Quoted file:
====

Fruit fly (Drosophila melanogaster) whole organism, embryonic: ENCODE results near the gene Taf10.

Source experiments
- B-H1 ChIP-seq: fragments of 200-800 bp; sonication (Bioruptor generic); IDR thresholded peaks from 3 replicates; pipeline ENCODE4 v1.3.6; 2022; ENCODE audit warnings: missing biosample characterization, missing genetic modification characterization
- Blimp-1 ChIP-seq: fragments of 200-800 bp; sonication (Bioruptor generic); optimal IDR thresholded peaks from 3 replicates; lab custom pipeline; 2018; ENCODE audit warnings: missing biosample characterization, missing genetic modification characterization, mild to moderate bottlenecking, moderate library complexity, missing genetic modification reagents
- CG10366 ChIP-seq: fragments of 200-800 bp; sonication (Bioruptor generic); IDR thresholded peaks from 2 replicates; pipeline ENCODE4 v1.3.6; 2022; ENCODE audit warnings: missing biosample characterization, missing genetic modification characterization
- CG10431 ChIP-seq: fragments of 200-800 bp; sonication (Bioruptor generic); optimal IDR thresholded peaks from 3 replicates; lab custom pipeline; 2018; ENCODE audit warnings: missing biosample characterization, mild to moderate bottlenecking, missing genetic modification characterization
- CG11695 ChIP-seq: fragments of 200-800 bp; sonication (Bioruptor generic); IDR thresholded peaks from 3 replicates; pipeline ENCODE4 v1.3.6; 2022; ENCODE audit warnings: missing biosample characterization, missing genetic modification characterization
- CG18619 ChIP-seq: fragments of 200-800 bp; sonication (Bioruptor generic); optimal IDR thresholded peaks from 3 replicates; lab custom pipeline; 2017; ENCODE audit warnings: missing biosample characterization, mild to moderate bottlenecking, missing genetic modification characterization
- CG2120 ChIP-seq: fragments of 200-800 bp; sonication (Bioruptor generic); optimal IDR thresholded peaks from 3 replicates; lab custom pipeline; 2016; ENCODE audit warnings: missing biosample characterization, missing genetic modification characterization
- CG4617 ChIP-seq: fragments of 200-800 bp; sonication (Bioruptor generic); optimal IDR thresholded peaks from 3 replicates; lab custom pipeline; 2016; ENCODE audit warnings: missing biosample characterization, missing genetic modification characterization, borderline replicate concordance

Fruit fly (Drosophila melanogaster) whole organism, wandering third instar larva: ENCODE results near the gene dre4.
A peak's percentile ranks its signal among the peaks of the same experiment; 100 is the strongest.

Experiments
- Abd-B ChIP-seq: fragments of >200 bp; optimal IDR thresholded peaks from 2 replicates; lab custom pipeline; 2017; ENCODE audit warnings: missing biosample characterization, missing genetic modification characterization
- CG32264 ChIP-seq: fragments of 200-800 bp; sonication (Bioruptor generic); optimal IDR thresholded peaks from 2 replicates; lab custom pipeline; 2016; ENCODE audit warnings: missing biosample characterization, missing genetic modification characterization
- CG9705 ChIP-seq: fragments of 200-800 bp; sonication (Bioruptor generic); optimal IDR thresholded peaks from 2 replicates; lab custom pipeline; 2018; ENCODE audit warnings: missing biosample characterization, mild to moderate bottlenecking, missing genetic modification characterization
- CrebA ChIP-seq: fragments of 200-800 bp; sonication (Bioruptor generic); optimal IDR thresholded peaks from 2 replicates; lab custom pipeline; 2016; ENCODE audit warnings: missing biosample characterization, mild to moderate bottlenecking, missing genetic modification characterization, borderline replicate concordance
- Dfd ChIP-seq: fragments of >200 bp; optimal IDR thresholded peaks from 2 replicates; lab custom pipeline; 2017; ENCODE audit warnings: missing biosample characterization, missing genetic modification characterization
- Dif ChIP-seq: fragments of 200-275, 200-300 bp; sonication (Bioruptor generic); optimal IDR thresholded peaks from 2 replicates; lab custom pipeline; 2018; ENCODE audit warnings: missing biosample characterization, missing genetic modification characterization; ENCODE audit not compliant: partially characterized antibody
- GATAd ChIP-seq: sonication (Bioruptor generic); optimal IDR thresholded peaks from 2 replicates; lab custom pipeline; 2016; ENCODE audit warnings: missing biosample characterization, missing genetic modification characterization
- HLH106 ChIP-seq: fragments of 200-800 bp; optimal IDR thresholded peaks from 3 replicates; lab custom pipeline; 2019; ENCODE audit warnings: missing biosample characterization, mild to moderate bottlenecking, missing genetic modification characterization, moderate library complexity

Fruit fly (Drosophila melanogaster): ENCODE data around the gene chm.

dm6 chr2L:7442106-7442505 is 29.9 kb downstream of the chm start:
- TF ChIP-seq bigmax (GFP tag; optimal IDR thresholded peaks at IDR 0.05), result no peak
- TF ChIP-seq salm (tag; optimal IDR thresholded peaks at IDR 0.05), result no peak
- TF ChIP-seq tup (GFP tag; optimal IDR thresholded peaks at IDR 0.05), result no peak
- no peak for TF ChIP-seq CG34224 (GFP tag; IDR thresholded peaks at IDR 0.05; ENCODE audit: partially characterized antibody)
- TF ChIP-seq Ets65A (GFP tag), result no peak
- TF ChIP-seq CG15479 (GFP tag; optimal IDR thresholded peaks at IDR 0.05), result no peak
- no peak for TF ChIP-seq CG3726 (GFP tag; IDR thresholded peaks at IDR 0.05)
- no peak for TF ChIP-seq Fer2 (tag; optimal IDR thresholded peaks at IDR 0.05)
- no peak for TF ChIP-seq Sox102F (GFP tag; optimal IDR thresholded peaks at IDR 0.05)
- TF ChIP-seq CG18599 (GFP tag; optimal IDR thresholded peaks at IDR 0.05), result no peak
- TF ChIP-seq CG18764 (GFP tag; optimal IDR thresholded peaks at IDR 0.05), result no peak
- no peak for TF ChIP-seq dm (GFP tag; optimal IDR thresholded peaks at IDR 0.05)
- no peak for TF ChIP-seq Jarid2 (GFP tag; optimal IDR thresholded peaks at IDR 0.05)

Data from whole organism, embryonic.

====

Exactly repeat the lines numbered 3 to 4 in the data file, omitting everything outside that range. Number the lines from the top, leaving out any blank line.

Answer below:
- B-H1 ChIP-seq: fragments of 200-800 bp; sonication (Bioruptor generic); IDR thresholded peaks from 3 replicates; pipeline ENCODE4 v1.3.6; 2022; ENCODE audit warnings: missing biosample characterization, missing genetic modification characterization
- Blimp-1 ChIP-seq: fragments of 200-800 bp; sonication (Bioruptor generic); optimal IDR thresholded peaks from 3 replicates; lab custom pipeline; 2018; ENCODE audit warnings: missing biosample characterization, missing genetic modification characterization, mild to moderate bottlenecking, moderate library complexity, missing genetic modification reagents